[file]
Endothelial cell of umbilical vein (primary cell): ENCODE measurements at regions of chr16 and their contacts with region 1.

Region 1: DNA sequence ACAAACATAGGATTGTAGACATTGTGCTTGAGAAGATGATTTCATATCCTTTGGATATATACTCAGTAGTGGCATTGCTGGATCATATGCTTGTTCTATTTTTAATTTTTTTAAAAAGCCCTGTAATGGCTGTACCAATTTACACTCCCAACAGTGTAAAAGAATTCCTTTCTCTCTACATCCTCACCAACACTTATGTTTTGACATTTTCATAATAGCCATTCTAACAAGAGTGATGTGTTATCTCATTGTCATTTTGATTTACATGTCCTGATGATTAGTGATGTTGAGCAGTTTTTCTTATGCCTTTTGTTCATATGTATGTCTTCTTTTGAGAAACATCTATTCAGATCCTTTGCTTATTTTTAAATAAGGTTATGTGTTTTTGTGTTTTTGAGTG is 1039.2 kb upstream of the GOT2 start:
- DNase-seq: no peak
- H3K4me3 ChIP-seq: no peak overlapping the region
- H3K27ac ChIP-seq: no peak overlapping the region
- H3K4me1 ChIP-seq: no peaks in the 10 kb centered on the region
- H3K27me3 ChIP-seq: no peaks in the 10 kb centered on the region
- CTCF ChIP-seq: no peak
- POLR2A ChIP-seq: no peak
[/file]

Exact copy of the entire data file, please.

Endothelial cell of umbilical vein (primary cell): ENCODE measurements at regions of chr16 and their contacts with region 1.

Region 1: DNA sequence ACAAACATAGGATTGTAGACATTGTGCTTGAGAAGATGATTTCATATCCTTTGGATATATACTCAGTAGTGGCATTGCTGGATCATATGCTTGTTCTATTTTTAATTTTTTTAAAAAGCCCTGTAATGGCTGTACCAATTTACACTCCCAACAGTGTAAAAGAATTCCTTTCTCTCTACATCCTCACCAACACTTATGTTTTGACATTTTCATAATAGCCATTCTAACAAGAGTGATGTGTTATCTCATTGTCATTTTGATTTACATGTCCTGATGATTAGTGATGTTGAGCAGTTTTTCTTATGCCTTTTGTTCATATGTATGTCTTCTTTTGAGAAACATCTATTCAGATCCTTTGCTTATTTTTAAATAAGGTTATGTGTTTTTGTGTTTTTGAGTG is 1039.2 kb upstream of the GOT2 start:
- DNase-seq: no peak
- H3K4me3 ChIP-seq: no peak overlapping the region
- H3K27ac ChIP-seq: no peak overlapping the region
- H3K4me1 ChIP-seq: no peaks in the 10 kb centered on the region
- H3K27me3 ChIP-seq: no peaks in the 10 kb centered on the region
- CTCF ChIP-seq: no peak
- POLR2A ChIP-seq: no peak